Choosing words wisely
The power of words cannot be understated. Words can act as peacemakers. Put together properly, words can inspire nations or heal a broken heart.
Words can also be dangerous: They are the most powerful weapons. Sure, they are not the mechanism that drops the bomb or fires the bullet. But when strong words work together, they can instill anger that inspires acts of violence.
I have often debated the consequences of using dangerous words. However, I am no enemy of expletives, and have never had my speech described as “conservative” or “lady-like.”
However, there are a few words that I do my very best to avoid using. These words are terms that are inherently or culturally hateful and discriminatory.
Yet I respect the right of people to say those words. I wholeheartedly believe in the power of free speech.
I also understand the argument that if we say these words often enough they will lose their power, and become as mundane and harmless as certain expletives have now become.
However, some words, if left unused, simply disappear. Like an itch left unscratched, you ignore it until it no longer exists.
This is the true strength of words: They are so adaptive and malleable that they can not only change their meaning, but also eliminate themselves from our language. But this takes a lot of time and many changed minds.
Gillian McGoldrick, a high school newspaper editor from a small Pennsylvania town, knows firsthand the power of words, and how hard they fight to survive.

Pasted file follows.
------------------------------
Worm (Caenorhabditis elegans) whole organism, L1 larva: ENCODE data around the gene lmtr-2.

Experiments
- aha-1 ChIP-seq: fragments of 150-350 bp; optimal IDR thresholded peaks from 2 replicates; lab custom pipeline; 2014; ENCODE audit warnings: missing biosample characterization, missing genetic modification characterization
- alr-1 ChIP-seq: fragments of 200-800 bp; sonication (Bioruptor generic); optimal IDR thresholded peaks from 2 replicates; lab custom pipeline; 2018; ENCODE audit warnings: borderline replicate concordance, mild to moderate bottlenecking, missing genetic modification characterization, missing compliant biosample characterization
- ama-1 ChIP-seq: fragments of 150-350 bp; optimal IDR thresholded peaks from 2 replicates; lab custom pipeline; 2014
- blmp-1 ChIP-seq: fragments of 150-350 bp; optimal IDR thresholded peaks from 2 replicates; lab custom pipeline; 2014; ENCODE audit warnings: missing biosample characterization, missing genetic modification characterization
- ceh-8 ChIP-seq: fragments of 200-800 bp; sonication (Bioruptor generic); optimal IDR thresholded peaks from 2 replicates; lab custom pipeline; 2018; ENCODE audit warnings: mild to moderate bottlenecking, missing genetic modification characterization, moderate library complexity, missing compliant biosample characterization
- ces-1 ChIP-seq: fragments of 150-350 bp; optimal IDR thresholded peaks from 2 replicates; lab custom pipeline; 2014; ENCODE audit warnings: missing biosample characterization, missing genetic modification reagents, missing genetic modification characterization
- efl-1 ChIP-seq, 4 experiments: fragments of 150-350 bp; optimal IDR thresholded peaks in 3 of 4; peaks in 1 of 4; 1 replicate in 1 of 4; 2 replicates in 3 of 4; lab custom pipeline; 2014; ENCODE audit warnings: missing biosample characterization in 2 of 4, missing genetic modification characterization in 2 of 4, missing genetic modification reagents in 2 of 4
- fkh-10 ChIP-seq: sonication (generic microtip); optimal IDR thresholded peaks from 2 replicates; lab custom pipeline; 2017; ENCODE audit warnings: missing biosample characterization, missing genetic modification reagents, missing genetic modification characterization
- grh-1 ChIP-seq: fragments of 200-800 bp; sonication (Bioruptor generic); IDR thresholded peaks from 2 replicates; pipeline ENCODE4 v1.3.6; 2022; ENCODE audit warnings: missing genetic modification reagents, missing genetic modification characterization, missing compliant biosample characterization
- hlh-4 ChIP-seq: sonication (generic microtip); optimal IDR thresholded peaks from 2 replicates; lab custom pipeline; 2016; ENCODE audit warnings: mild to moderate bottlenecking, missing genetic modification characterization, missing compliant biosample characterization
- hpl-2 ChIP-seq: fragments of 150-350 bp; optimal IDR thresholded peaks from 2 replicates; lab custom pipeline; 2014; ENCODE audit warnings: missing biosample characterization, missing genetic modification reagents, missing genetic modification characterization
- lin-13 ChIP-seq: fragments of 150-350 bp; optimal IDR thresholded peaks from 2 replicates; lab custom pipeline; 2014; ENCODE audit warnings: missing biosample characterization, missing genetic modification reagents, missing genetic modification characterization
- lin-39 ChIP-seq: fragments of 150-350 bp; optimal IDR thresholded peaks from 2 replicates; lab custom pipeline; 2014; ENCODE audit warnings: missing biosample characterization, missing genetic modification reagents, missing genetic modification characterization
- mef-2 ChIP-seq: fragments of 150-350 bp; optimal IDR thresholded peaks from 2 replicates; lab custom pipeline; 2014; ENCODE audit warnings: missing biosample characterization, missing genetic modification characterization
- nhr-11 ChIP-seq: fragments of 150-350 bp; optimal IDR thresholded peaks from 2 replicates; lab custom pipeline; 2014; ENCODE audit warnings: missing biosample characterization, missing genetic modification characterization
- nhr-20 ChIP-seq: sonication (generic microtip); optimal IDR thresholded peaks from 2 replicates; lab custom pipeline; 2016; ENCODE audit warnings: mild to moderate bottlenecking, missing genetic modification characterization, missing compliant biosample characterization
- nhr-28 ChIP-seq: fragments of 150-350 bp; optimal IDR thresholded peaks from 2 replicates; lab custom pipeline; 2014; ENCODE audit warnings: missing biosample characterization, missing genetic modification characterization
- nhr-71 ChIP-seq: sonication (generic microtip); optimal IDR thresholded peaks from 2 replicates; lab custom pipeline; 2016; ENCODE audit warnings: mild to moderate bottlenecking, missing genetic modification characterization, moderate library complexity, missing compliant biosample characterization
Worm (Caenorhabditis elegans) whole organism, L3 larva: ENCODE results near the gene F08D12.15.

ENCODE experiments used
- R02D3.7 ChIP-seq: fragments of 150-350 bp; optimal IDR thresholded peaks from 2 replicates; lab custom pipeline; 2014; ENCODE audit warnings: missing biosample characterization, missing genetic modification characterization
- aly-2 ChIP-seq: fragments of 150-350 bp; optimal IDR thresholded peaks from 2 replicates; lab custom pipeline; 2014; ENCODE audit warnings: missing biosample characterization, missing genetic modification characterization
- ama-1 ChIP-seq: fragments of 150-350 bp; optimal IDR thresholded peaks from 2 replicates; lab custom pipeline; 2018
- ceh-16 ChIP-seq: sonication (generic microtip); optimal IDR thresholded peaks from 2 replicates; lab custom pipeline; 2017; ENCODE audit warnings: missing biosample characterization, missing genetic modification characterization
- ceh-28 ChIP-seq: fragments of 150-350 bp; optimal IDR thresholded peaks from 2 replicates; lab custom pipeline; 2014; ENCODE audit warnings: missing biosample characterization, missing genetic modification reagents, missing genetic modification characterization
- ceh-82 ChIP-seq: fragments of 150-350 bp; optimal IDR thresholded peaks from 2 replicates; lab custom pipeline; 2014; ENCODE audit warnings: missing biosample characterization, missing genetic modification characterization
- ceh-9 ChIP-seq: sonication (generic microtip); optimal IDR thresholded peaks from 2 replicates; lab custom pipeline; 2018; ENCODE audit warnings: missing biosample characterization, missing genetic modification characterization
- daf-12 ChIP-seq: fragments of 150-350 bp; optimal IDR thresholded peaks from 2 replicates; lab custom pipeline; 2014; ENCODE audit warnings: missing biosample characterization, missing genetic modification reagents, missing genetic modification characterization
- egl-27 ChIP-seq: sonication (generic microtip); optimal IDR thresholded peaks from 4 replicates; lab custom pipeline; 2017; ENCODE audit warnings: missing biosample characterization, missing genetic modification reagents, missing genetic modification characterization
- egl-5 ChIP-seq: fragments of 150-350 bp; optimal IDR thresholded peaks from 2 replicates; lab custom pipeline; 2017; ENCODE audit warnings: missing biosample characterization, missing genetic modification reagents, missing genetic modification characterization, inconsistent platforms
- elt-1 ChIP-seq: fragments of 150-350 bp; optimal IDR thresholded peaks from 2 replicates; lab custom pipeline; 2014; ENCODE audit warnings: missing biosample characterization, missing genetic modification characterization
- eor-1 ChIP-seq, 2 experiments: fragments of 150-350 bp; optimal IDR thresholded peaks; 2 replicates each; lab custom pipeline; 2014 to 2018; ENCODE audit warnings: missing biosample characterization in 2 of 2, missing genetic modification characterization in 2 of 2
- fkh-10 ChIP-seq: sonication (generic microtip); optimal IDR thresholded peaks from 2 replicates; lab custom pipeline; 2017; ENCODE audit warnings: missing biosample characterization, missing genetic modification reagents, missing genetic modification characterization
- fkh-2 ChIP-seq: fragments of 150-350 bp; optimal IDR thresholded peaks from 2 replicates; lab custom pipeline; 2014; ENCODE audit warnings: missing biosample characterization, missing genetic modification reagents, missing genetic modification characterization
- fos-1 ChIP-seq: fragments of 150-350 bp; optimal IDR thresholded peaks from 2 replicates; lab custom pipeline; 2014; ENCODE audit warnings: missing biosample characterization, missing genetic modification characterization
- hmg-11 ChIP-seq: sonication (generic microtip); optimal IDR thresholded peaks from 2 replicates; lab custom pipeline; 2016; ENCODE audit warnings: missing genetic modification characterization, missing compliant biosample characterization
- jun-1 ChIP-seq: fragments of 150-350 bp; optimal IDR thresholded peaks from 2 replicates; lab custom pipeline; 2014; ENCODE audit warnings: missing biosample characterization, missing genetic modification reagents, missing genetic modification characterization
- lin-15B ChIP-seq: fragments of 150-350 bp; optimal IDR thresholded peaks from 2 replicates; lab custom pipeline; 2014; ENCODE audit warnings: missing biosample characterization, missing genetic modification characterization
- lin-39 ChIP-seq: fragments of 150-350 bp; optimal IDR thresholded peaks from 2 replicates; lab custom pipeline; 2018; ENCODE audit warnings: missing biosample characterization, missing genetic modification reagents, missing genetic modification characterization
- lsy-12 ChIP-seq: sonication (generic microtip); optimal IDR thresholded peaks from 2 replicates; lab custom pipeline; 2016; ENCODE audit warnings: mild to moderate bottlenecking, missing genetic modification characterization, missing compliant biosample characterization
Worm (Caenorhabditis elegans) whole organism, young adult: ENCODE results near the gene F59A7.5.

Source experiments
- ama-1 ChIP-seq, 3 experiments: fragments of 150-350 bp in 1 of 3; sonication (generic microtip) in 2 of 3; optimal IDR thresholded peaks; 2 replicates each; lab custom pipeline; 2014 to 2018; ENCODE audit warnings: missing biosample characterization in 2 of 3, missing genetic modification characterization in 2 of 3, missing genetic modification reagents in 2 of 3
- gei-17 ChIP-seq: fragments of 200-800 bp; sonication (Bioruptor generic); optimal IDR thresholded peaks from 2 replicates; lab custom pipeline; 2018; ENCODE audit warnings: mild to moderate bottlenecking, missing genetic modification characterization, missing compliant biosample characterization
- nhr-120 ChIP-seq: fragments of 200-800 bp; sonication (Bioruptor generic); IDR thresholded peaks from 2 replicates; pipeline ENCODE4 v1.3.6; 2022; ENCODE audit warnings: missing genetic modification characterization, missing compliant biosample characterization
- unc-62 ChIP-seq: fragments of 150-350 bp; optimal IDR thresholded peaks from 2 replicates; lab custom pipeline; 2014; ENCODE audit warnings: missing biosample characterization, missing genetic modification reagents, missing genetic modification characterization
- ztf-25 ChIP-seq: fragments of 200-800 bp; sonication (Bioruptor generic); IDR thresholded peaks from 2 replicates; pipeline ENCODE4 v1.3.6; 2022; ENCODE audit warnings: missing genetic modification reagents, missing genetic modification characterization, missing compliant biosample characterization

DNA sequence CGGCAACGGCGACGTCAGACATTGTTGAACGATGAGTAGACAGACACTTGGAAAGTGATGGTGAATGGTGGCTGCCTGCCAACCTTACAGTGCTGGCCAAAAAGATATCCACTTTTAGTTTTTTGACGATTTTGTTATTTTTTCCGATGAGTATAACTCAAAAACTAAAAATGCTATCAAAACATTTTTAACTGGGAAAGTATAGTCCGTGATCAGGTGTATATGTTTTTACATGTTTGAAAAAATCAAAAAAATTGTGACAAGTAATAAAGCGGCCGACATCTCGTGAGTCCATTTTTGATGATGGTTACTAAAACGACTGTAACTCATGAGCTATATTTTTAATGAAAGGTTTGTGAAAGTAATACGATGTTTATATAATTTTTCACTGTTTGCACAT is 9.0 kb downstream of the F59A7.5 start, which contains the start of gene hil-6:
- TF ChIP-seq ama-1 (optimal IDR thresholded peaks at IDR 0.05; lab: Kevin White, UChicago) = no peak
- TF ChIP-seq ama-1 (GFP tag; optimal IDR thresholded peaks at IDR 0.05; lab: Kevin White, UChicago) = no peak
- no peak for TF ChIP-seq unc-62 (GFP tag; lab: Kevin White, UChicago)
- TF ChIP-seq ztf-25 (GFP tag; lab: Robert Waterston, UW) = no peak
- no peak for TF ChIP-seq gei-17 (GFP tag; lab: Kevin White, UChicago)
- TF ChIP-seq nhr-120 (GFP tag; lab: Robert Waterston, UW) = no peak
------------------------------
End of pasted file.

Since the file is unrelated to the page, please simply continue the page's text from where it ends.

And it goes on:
McGoldrick has made national headlines for refusing to print the name of her school mascot. The name, which I too will not print, is also the name of a professional football team from our nation’s capital.
The young editor has been suspended from her position, all for her refusal to perpetuate a word that is, though historically significant, nothing short of racist. She has shined a light on a word that no one thought about as harmful until she bravely called “bull.”
McGoldrick reminds us all that, though words are powerful and will fight to stay alive, they are never as strong as the people who use them.
Words are symbols, and we are the symbol makers. We choose what to say and how to say it. As words enter and exit our common language, let’s purposefully force out those terms that no longer suit our progressive world.
Let’s find more creative ways to construct statements without relying on low blows and discriminatory terms.
Whichever words you choose to use, choose them wisely.